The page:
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The NHS could be short of more than 50,000 nurses post-Brexit, a group of healthcare organisations have warned.
A report commissioned by the Cavendish Coalition, which comprises 36 health and social care bodies including NHS Employers, predicted that the NHS could face a deficit of between 5,000 and 10,000 nurses after Brexit. This, the coalition said, will be on top of the current 41,722 vacant posts.
‘Sector deeply reliant’ on EEA workforce
NHS Employers chief executive Danny Mortimer said the health and social care sector is ‘deeply’ reliant on workers from both Europe and the rest of the world.
As of March 2018, 5% of nurses and midwives on the Nursing and Midwifery Council (NMC) register, (35,115 out of 690,278), are from the European Economic Area (EEA).
The NMC estimated that 5,580 fewer EU nurses (805 against 6,382) joined the register between April 2017 and March 2018 compared to the previous year.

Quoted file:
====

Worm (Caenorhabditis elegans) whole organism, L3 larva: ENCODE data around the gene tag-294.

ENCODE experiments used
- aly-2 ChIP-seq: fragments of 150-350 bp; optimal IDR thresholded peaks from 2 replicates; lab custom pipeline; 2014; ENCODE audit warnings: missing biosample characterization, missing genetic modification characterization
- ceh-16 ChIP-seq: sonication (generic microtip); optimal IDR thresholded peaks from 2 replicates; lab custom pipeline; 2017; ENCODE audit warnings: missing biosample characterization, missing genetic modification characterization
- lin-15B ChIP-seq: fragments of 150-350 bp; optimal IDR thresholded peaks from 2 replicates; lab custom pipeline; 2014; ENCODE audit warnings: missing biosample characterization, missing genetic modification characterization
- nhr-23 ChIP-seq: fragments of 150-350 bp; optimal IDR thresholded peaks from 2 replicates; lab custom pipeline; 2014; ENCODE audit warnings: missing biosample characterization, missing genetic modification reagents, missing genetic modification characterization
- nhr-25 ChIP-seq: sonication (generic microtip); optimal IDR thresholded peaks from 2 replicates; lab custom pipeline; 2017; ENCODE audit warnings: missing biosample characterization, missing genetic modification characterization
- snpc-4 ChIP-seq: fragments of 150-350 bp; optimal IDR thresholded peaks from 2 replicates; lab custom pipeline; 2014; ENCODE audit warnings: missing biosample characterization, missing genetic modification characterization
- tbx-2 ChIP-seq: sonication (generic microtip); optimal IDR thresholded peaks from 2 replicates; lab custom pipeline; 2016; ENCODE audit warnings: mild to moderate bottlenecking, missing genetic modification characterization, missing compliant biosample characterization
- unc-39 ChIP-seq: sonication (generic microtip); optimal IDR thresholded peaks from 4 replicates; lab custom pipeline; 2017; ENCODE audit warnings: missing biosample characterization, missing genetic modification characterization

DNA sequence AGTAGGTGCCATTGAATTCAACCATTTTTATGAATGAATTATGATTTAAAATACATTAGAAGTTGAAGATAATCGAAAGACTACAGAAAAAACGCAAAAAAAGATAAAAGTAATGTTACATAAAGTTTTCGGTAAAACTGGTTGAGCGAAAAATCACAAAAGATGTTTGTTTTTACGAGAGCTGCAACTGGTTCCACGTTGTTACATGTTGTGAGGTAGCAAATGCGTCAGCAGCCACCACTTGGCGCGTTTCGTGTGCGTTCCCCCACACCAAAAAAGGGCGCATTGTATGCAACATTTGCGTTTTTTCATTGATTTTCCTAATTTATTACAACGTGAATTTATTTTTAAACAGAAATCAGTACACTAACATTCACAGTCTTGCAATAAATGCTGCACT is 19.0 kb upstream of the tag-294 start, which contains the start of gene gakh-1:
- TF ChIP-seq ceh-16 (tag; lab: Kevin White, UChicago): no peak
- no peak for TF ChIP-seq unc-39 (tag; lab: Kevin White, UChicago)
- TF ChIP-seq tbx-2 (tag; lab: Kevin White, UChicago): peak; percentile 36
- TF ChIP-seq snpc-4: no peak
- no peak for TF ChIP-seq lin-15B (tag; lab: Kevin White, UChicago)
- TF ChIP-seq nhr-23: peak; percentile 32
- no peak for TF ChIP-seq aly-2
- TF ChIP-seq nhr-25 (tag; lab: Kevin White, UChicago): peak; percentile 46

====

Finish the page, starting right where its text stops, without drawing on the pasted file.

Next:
Mr Mortimer said: ‘It’s deeply disheartening to see these projected workforce gaps at a time of rising demand for services.
‘The health and social care sector desperately wants to retain the EU nationals working in our services now and need the welcome process for registering for settled status to be honoured if no deal is agreed with the EU27.’
According to the coalition report, Brexit could also have ‘significant implications’ for adult social care, as the sector’s reliance on a relatively low-paid workforce means it would be ‘cut off by a salary threshold of £30,000 and no special allowance’.
Between 2011 and 2016, the number of registered EEA nurses in the sector increased by 68%, 30,600, reaching 42,000 in 2017 – according to the NMC. The figures also showed that the turnover rate for these positions was 32%, with 11,500 leaving the NHS service, in 2017/18.
Mr Mortimer commented: ‘We need to ensure that the development of the future immigration system is responsive and agile, with as little red tape as possible, and that it uses public service value as a key factor in assessing skill levels and setting entry requirements rather than just salary.’
‘This will help tackle the often misleading assumption that the salary paid to a migrant worker is the prime indication of the value of their work to the health and wealth of the UK.’